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A Study On Consumer Perception Of Sago Products


Tapioca Cassava (Manihot Esculenta Crantz) was introduced in India during the latter part of the 17th century by the Portuguese living in the state of Kerala. India’s share is about 6 percent of the total world production of tapioca. The other important tapioca-producing countries are Brazil, Nigeria, Zaire, Thailand, and Indonesia. Tapioca is a tuber crop of huge economic importance as it is used not only for human and animal food consumption but also as a raw material for various industrial products.

Each day about 500 million people consume tapioca the world over and derive 300 kilo calories of energy. Globally cassava is grown in about 95 countries with major contributions coming from Africa (57%) followed by Asia (25%). The wide agro-ecological adaptability of cassava coupled with its ability to withstand biotic and nonbiotic stresses have made it a crop of primary importance for the weaker sections of society, especially in the developing countries of Africa, America, and Asia.

Tapioca is one of the most important subsistence food and industrial crops for developing countries. Globally, about 158 million tons of tapioca is produced from an area of 15.7 million hectares with an average productivity of 10 tons/ha. As mentioned earlier, among the tapioca-producing continents in the world, Asia ranks next only to Africa with an area and production of 3.97 million hectares and 51.44 million tons respectively.

The National Productivity

In India, tapioca is grown in an area of 3.1 lac hectares with an annual production of 60 lac tons. Although cassava is cultivated in about 13 states of India, the major production comes from the southern states of India i.e. Kerala, Tamil Nadu, and Andhra Pradesh. In view of the changing lifestyle, the influx of gulf money, the availability of grains through the public distribution system, and a shift in cultivation patterns favoring plantation crops, the areas in Tamil Nadu and Andhra Pradesh showed a gradual increase in cassava production over the years.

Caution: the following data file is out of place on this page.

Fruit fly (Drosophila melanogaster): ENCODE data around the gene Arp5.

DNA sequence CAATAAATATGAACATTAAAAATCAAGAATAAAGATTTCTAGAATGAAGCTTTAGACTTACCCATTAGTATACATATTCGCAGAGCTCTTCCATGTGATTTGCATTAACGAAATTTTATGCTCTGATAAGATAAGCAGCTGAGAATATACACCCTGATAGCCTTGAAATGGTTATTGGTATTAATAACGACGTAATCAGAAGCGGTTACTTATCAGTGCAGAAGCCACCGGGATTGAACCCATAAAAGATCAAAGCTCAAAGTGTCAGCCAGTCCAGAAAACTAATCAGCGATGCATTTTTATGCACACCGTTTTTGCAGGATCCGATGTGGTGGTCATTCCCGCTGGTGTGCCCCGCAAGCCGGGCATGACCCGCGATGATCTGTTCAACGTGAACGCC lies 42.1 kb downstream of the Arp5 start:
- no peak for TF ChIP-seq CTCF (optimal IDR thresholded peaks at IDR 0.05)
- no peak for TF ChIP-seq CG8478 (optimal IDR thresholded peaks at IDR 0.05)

While the total production of Kerala came down to 2.58 million tons in 1996-97 from 4.2 million tons in 1967-68, the same rose to 3.04 million tons from 0.42 million tons during the Corresponding periods in Tamil Nadu. This remarkable increase in production in Tamil Nadu was the result of adopting high-yielding cultivators like H 226 and H 165. A survey conducted by CTCRI has dictated that more than three-fourths of the cassava area in Salem, South Arcot, and Dharmapuri districts was under this variety of seeds.

Tapioca is cultivated predominantly in Kerala as a staple food crop while it is more of an industrial crop in Tamil Nadu. Tapioca root is valued for its starch content and is mainly used by sago industries. The tapioca root contains 30 to 40 percent of dry matter, which is principally carbohydrate. It has acceptable levels of B vitamins and provides other minerals too. In Tamil Nadu, tapioca is being grown in an area of 85,412 ha accounting for an annual production of 32.22 lac tons. Around 80 percent of the total tapioca production is utilized by the sago and starch-based industries in the state.

Uses Of Tapioca

The main products of the industry are Sabut-dana and starch. The different types of Sago are given below:

Grades of Sago-

  1. Super Fine
  2. Milk white
  3. Special
  4. Best

The other types of sago produced by some of the units in the cluster are Nylon Sago and Sago Brocken.

Grades of Starch-

  1. Textile Grade
  2. Edible Grade
  3. Glucose and Laundry Grade

Tapioca as a food security-

Tapioca can serve as a nucleus for many industries with the application of biotechnology, especially in the fermentation industry. On the other hand, tapioca has emerged as a cash crop in Tamil Nadu, Andhra Pradesh, and Maharashtra.


Title – A Study On Consumer Perception Of Sago Products With Special Reference To Salem District

Author – C.sukumar

College – Periyar University, Salem 

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